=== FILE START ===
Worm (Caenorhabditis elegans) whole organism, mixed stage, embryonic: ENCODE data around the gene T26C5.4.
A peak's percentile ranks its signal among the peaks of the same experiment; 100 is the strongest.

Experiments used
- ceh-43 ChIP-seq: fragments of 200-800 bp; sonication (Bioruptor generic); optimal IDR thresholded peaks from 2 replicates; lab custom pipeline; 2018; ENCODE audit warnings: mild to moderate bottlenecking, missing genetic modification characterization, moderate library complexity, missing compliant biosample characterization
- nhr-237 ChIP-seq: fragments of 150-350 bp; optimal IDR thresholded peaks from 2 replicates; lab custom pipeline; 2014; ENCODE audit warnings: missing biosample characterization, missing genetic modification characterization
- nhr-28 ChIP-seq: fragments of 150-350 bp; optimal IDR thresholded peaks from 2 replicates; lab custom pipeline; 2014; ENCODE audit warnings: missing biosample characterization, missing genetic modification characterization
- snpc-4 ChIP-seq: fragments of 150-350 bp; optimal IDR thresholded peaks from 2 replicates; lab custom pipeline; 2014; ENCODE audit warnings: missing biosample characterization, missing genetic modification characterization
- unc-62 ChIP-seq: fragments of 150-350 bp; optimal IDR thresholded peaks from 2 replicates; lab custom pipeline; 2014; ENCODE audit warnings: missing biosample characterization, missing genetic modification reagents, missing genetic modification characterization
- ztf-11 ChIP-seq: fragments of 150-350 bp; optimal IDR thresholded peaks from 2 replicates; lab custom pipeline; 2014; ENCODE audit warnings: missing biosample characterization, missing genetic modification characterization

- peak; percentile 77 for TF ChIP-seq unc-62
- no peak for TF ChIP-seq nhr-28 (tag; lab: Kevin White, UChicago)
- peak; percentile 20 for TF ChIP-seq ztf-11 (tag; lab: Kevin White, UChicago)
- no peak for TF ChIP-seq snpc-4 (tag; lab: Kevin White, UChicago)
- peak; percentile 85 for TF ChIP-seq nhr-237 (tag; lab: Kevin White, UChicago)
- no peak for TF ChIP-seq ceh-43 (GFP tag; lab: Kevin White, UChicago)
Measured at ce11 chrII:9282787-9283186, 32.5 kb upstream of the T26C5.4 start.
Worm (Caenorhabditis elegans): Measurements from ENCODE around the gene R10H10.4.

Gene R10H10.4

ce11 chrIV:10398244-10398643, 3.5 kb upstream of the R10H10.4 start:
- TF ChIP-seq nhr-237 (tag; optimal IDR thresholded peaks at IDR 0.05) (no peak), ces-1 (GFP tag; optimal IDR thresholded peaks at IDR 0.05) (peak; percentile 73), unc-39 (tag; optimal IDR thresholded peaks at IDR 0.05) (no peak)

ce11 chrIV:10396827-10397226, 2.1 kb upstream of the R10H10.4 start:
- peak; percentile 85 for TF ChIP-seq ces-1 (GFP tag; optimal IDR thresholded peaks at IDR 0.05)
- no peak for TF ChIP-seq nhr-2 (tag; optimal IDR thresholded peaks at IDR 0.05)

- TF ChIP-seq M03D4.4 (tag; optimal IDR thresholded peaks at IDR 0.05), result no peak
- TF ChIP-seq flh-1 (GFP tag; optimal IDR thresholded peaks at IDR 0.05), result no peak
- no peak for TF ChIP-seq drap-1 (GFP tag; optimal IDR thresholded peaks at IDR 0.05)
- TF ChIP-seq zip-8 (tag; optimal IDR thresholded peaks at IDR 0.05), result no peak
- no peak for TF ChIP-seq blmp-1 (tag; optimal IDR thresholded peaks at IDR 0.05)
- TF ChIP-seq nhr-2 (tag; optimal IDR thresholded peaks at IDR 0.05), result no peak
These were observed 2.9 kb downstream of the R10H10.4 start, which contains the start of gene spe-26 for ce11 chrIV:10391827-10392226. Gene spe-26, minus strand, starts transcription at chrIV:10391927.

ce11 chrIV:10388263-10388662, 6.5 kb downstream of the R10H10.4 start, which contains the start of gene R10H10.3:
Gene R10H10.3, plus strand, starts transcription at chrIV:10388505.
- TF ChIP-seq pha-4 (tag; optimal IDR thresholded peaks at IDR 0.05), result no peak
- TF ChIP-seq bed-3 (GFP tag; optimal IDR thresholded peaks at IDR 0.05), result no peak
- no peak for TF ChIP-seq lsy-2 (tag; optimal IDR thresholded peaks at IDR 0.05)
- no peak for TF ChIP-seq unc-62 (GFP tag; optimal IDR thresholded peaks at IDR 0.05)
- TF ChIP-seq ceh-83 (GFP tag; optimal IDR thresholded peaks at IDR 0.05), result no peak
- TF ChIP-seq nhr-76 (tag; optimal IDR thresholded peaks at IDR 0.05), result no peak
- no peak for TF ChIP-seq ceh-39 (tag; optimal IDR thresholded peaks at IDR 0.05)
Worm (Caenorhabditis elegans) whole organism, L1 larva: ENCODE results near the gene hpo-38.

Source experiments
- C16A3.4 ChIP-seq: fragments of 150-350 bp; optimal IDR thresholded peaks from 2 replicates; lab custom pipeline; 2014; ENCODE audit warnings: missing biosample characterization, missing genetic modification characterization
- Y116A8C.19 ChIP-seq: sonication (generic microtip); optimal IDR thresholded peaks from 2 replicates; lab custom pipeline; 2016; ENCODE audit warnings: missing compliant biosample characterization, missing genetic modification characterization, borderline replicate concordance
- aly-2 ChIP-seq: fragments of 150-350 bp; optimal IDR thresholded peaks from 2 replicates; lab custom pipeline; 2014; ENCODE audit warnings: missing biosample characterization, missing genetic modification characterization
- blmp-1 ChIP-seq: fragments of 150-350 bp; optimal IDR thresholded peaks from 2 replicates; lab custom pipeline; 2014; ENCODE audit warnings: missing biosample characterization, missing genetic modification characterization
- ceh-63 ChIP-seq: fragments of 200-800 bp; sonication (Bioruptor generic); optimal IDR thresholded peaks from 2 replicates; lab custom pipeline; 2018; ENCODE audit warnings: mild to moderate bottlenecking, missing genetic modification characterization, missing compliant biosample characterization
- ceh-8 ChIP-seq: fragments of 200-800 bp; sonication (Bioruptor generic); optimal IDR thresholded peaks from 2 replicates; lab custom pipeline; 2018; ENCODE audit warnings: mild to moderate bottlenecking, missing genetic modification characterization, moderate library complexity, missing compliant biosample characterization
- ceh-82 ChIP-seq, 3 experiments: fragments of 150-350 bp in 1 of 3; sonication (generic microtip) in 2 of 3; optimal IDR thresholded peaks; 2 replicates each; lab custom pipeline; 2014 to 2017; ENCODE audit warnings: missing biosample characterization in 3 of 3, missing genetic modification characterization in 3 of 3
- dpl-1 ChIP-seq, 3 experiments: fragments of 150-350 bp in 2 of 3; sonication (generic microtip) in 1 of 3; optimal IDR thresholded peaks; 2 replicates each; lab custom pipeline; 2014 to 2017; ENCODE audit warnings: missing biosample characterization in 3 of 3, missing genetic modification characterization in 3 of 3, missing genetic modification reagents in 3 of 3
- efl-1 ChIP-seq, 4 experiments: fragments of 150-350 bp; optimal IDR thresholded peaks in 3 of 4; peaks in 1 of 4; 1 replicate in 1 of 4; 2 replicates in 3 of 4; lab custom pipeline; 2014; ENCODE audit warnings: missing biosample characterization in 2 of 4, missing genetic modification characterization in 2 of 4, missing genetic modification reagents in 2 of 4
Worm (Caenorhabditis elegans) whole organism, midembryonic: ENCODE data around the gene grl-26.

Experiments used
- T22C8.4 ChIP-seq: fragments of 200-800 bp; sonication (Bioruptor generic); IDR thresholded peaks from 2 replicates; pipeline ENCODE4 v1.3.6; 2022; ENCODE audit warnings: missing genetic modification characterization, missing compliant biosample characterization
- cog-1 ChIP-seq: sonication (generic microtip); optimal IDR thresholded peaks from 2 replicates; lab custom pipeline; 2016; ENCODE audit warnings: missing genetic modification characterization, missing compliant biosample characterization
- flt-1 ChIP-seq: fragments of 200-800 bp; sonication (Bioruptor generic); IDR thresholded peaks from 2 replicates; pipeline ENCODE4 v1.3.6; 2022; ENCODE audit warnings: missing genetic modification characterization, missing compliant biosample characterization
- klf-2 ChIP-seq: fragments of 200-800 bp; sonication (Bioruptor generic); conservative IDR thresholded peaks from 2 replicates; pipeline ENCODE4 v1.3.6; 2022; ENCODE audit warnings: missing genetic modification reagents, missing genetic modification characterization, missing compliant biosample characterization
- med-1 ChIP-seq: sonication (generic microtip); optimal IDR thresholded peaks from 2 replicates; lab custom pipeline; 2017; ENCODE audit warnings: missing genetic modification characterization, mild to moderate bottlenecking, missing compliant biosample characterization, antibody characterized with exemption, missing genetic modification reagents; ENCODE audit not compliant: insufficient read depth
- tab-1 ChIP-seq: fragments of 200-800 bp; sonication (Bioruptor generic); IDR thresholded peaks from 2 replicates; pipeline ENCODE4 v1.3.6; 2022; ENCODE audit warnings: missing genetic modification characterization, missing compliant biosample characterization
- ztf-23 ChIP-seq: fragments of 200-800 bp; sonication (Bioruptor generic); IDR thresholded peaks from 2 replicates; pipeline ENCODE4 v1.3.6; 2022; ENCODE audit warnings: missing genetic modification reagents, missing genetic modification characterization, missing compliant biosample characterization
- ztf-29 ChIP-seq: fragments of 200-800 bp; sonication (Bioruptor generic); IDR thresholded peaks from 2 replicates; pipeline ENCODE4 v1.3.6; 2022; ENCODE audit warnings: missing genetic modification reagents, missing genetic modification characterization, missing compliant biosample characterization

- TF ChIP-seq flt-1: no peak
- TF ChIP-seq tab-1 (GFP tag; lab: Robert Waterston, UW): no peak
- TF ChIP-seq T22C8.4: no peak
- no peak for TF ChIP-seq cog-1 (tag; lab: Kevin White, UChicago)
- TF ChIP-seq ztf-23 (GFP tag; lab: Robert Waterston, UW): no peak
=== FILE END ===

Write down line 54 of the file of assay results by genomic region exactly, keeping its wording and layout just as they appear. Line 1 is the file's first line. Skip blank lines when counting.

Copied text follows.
- cog-1 ChIP-seq: sonication (generic microtip); optimal IDR thresholded peaks from 2 replicates; lab custom pipeline; 2016; ENCODE audit warnings: missing genetic modification characterization, missing compliant biosample characterization